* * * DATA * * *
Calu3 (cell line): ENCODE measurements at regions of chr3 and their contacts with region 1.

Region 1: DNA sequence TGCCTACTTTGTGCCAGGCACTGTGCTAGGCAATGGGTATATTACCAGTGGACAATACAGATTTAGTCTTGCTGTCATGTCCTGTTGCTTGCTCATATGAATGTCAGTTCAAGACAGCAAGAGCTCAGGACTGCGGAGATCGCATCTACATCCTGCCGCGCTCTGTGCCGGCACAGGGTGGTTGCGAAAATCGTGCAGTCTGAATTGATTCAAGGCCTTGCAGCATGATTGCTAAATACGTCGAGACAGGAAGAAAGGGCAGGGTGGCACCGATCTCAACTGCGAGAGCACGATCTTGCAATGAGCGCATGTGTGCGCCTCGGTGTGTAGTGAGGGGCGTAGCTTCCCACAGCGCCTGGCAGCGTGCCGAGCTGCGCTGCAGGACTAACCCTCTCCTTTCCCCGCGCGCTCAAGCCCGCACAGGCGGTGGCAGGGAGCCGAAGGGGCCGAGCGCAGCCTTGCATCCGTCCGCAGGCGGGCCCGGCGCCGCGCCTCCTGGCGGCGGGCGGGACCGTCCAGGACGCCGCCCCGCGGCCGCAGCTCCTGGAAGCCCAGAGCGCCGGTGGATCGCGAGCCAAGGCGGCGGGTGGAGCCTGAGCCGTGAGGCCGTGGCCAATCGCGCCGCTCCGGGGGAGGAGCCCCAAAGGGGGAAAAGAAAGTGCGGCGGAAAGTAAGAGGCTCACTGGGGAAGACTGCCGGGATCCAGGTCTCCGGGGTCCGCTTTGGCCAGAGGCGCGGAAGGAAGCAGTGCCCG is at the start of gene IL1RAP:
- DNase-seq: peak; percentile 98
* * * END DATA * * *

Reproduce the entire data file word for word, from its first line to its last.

Calu3 (cell line): ENCODE measurements at regions of chr3 and their contacts with region 1.

Region 1: DNA sequence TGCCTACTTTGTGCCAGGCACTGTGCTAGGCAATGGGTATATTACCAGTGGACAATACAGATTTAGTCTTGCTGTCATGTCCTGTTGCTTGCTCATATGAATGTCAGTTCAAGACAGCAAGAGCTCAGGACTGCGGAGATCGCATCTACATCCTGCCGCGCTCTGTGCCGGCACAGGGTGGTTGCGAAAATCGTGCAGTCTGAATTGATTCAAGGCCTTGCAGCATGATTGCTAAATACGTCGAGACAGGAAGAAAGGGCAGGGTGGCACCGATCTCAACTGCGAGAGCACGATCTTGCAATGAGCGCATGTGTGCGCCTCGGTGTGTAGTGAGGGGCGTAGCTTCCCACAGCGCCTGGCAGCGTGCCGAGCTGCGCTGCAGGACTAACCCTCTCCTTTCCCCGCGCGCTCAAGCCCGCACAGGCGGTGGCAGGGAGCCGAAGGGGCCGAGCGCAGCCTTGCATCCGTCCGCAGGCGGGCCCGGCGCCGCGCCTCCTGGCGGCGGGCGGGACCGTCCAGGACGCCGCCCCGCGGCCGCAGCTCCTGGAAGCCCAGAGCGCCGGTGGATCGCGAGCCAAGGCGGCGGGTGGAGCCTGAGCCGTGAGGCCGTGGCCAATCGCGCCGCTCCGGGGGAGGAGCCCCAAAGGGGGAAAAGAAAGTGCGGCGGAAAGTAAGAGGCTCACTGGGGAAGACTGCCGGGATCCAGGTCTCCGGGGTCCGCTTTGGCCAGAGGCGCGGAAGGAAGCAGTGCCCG is at the start of gene IL1RAP:
- DNase-seq: peak; percentile 98